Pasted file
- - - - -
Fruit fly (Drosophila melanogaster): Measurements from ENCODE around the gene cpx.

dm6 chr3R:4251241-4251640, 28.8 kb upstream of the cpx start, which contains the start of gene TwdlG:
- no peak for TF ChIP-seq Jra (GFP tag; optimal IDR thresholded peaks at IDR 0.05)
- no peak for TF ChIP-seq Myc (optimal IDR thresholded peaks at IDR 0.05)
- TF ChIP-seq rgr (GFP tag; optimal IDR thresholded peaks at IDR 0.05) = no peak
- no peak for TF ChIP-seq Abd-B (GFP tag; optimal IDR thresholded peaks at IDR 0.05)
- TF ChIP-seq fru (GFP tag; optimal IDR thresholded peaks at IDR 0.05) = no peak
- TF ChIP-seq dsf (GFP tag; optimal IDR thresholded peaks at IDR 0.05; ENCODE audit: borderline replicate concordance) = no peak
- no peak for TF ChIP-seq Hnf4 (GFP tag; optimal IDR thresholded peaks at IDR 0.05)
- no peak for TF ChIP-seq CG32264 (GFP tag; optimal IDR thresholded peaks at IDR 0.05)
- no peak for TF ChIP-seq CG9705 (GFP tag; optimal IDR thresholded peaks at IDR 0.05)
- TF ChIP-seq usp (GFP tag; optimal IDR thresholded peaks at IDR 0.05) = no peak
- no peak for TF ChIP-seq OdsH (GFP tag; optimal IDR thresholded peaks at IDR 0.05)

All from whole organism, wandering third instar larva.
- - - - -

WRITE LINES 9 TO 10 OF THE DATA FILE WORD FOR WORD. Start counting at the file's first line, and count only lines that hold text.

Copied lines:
- no peak for TF ChIP-seq Hnf4 (GFP tag; optimal IDR thresholded peaks at IDR 0.05)
- no peak for TF ChIP-seq CG32264 (GFP tag; optimal IDR thresholded peaks at IDR 0.05)